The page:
Understanding the purported ambiguity in “Every boy didn’t run”

I am a com­puter sci­ence pro­fes­sional.
I am read­ing the book Nat­u­ral Lan­guage Un­der­stand­ing by James Allen where he writes:

“Every boy didn’t run” which is am­bigu­ous be­tween the read­ing in which
some boys didn’t run and some did and no boys ran.

As I am not a na­tive English-lan­guage speaker, I couldn’t un­der­stand
the am­bi­gu­ity here. Please ex­plain how the mean­ing can ever be some boys
didn’t run and some did


The quote would be clearer if it spoke of the difference between the reading in which all boys didn’t run and (that in which) some did.

In the positive version “every boy ran”, there is no ambiguity: 100% of the boys ran.

Logically, “every boy didn’t run” follows the same pattern: for each boy x, the statement asserts that x didn’t run. That is, the negation in “didn’t” applies to the action “run”.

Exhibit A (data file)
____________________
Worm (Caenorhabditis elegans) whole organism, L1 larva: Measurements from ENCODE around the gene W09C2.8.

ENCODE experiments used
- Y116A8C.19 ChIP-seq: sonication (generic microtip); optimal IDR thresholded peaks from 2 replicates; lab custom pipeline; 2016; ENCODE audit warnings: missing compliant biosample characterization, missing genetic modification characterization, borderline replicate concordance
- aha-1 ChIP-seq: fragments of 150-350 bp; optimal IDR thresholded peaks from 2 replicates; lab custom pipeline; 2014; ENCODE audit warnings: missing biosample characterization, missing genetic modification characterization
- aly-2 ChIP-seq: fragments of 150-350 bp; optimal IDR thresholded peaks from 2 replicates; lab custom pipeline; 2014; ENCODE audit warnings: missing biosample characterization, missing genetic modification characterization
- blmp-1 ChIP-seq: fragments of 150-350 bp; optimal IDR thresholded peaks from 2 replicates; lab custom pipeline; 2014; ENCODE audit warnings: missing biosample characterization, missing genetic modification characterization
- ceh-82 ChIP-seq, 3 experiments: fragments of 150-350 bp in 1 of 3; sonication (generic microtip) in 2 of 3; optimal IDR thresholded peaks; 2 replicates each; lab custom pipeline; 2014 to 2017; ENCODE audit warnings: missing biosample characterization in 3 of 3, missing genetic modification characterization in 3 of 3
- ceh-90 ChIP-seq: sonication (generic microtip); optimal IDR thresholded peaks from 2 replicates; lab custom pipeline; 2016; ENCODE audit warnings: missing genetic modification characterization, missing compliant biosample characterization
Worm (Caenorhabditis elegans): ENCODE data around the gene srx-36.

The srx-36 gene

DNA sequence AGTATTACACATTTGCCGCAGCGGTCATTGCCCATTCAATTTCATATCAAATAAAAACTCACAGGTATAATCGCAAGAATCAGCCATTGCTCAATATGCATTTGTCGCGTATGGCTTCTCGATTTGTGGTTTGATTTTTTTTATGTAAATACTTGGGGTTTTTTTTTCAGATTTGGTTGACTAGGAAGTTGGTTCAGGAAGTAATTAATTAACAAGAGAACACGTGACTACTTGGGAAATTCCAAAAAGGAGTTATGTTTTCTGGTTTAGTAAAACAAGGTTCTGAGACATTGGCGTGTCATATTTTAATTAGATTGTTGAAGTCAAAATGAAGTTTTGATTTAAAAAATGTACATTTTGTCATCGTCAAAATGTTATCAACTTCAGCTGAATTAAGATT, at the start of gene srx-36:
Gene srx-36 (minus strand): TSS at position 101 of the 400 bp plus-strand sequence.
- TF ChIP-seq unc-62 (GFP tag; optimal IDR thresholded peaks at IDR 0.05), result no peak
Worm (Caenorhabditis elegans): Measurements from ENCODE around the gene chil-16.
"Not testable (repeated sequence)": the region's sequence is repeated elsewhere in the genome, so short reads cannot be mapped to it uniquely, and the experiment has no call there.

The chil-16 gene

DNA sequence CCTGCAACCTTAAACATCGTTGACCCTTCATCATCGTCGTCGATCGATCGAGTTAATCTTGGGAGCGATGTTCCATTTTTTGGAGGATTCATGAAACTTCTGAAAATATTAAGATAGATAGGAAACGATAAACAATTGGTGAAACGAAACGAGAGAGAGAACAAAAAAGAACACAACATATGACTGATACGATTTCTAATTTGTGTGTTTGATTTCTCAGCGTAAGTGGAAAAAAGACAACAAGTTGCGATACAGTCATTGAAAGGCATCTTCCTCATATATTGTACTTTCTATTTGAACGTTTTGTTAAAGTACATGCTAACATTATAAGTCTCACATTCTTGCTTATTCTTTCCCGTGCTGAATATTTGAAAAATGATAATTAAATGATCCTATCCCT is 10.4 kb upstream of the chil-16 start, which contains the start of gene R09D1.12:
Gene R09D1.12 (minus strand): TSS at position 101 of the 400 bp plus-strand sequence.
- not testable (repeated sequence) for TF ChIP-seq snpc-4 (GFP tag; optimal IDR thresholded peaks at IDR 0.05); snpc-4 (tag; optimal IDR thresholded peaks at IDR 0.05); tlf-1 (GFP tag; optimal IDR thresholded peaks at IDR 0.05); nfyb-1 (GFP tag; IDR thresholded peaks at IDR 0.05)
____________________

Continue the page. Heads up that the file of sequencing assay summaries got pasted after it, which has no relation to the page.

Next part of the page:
The problem is that in English, the form has also been used idiomatically to assert something different: that not all of the boys ran. That is, the negation in didn’t applies to the qualifier “every”.

Here is a classical example:

  • all that glitters is not gold

Wikipedia traces this (or variants) to a Latin quote dated to the 12th century or earlier, and popularised by Shakespeare in The Merchant of Venice.

The article mentions a 1175 version by the French monk Alain de Lille: “Do not hold everything gold that shines like gold”, where the logical meaning matches the literary intent. The version popularised by Shakespeare, however, sounds more catchy even though its logic is wonky.

As a result, the literary meaning of the form “all that (…) is/does not (…)” no longer matches its literal/logical meaning.

One might try to argue that the literary meaning should be deemed ‘incorrect’ or ‘inaccurate’, but it is precisely this kind of idiomatic usage of language that lies behind the ambiguity your quote highlights.

Source : Link , Question Author : user8673 , Answer Author : Lawrence

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